Month: December 2015

Put YOU First


Teaching will drive you crazy. Noisy and indisciplined children, extremely demanding administrators, and high expectations often leave the new teacher feeling overwhelmed. If we don’t keep ourselves in check and live balanced lives, the nuances of teaching will consume and devour us. Society portrays any actions or thoughts that focus on placing your needs first as being selfish and are, therefore, frowned upon. Teachers especially are expected to be the sacrificial lambs and consume all of their time and efforts with their students’ needs. Living in this way is a draining experience. It sucks the joy out of life and leaves you ill-prepared to deal with the demands of the classroom. Jada Pinkett-Smith posted a You Tube video in 2012 describing the importance of taking care of you first. Although she is speaking about her roles as a wife and mother, I believe that what she is saying in this video is highly applicable to teachers. Click this link to view the video.

Jada Pinkett-Smith’s Talk

As I mature in this profession I have grown to realize the importance of personal happiness. I’ve also begun to discover what it takes to achieve personal happiness. The following are some strategies I hope to employ next term in order to function better in the classroom.

Begin Your Mornings with Quiet Meditation

Meditation takes on a variety of forms. Whatever you choose to do, it is important to begin your day by clearing your head and embracing some positive thinking to face the day. I am often rushing in the mornings because I get up a tad bit too late. However, I am going to attempt to change this bad habit so that I am better equipped to face each day.

Eat Right and Exercise

Your health is of utmost importance. When your health fails, your boss will easily find someone to replace you. Take the time to eat healthy, balanced meals. Spend at least 15 minutes each day exercising. Don’t forget to take your vitamins. Your body will thank you for it and you will find that you rarely get sick. You will also find that you have more energy to deal with the rambunctious children in your class.

Carve out Some Me Time

Find time to do things that you enjoy. You can’t be so focused on work all the time. Relax. Take a breather. Enjoy life.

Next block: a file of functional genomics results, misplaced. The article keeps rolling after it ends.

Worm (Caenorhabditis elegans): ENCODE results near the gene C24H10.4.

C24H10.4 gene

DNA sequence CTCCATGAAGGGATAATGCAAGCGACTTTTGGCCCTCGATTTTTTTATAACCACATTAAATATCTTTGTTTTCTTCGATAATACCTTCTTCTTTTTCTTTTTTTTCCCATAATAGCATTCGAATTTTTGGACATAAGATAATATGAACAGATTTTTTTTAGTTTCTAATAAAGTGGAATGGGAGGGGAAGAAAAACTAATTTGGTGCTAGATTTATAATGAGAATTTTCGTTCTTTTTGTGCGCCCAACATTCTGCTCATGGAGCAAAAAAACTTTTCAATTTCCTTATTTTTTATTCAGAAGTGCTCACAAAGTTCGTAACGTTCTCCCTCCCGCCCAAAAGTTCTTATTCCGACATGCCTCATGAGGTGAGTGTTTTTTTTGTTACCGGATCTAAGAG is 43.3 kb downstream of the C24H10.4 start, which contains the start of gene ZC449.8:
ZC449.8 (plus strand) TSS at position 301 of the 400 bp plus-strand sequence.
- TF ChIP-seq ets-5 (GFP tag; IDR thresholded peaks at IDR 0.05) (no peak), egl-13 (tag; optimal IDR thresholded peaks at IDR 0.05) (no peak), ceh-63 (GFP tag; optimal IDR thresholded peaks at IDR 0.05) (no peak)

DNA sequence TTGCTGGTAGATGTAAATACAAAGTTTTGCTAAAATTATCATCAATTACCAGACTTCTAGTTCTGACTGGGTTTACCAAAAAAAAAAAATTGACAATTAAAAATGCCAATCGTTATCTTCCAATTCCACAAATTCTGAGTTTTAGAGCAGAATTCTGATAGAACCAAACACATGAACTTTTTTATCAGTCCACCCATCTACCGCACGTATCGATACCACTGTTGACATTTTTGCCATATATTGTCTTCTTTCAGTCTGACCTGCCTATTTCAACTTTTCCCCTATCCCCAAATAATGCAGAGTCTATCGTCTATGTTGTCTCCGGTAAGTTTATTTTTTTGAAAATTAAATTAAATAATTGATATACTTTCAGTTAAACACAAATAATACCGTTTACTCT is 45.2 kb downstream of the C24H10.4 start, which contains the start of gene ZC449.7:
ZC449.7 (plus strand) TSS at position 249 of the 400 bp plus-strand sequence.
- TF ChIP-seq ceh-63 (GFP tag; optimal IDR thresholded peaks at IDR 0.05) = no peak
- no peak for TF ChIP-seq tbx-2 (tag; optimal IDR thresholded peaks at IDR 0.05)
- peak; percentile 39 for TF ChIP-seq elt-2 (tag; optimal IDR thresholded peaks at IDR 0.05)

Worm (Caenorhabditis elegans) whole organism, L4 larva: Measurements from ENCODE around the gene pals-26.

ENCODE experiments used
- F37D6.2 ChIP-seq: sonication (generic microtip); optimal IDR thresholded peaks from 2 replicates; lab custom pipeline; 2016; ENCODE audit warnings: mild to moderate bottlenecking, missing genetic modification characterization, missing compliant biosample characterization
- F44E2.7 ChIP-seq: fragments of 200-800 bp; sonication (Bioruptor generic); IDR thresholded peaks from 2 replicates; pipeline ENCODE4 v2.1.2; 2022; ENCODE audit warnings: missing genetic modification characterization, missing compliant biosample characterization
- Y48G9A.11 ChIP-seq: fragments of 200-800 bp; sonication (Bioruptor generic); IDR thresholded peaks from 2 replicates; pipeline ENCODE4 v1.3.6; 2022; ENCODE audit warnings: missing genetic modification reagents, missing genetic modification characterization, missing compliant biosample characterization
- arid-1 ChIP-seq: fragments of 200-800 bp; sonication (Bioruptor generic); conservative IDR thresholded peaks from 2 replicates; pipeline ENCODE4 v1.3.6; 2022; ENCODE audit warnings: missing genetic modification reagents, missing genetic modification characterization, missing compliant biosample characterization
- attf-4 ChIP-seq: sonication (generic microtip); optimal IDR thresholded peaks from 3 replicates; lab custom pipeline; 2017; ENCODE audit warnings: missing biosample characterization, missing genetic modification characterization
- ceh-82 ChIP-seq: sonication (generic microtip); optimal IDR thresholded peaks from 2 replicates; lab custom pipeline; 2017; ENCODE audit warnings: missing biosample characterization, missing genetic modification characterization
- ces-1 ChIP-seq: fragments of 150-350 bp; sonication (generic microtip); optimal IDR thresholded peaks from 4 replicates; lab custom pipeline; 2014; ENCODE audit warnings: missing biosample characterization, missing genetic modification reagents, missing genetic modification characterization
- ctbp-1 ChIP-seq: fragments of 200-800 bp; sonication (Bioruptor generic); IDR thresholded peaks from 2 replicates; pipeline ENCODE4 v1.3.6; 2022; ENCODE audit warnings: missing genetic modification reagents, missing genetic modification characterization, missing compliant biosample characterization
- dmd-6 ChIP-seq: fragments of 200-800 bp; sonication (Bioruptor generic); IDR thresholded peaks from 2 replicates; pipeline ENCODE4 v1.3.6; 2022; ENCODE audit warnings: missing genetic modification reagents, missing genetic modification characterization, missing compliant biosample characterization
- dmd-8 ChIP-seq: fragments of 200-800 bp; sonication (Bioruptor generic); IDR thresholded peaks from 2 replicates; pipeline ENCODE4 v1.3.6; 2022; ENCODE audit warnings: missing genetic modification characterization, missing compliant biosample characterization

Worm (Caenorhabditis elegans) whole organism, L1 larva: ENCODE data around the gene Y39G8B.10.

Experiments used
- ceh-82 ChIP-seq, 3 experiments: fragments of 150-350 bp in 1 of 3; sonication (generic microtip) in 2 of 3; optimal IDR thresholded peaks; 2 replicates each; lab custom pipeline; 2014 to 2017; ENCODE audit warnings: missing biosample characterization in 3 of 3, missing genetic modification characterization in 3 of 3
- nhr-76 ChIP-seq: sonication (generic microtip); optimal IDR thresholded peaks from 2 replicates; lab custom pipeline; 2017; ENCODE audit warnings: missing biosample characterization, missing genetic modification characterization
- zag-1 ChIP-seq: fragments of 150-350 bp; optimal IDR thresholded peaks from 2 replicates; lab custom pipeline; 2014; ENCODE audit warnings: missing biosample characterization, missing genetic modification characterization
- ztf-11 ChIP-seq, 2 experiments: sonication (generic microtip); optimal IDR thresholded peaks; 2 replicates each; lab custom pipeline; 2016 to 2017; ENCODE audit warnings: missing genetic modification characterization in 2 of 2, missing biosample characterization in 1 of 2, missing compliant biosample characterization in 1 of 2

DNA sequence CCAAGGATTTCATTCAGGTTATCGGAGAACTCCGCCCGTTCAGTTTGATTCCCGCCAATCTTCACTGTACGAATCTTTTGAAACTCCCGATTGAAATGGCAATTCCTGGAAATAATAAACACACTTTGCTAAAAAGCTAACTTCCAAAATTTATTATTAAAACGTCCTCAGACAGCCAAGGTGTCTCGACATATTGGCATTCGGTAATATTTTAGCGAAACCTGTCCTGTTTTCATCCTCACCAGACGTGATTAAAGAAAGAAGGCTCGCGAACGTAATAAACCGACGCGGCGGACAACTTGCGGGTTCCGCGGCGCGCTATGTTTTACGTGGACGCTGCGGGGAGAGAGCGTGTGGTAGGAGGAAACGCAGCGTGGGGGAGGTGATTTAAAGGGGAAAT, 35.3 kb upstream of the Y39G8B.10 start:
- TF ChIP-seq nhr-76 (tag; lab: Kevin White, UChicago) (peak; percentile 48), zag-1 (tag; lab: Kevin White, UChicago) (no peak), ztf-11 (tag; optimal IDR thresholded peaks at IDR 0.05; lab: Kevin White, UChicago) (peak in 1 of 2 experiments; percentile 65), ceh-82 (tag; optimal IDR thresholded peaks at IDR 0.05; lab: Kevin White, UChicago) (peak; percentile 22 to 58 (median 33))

Read More

Advances in technology have resulted in us becoming technologically dependent individuals. We’re often glued to our phones scrolling through Facebook and Twitter. If we aren’t into our phones, we’re glued to our television screens or laptops. Find some time to unplug from the world and read a book. Reading opens your mind and helps you find a quiet center. Don’t focus exclusively on fictional books. Try to read some self-help books that will help you in both your personal and professional life.

Invest in Yourself

There is nothing exciting about a teacher’s salary. In fact, the amount teachers are paid covers expenses with just a tad bit leftover. Regardless, it is important for you to be wise with your money. Always pay yourself first before you begin to take care of your monthly expenses. Your dreams will become realities if you use this disciplined approach to saving.


It is possible to navigate the rugged teaching terrain with your sanity intact. Are there any other tips that you can think of that can help you be a happier teacher? Let me know by leaving a comment below.


Incorporating Drama and Art into Math Education

Let’s face it. The traditional methods for teaching Math are absolutely boring. The teacher solves a few examples on the board and the students answer a few practice questions. End of lesson. The present generation of students actively resists this form of instruction. They want to do, see, feel, touch. They want to be involved. This TED talk by Ken Robinson aptly describes how stifling the school system is.

Ken Robinson’s TED Talk

As a young teacher who wants to have her students involved in lessons, there are some challenges that I face:

  1. How can I control the students so that they don’t make too much noise or get too enthused?
  2. How can the activities involve every student in the class?
  3. How can I find activities that every child will love?
  4. How can I find activities that they will enjoy, but that will also help them retain the information?

There are no simple answers to these questions. However, I want to begin finding ways to incorporate two subjects that students love, Drama and Visual Arts, in the Math classroom. I want to get the students to move, feel and become a part of the Math they are learning. As time progresses, I will post some lesson ideas on this site that feature elements of drama or visual arts or both. Hopefully this experiment will work well.

Dealing With Difficult Students


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Children will always test you. They want to know how far they have to go to push your buttons. They also want to know what they can get away with.  There are some students, however, who choose to be particularly difficult and disruptive. How you deal with these children can make or break your class. The following tips will help you deal with these students and control your class.

Student #1: The Wanderer

There are some students who just can’t sit still. When your back is turned while you’re writing on the board, they will get up and move to another area of the class. They may even randomly get up right before your eyes. Some strategies that can help you deal with the wandering child are:

  1. Give the child a designated space to walk in during the class session. If the child walks out of that assigned area, ensure that an appropriate sanction is meted out.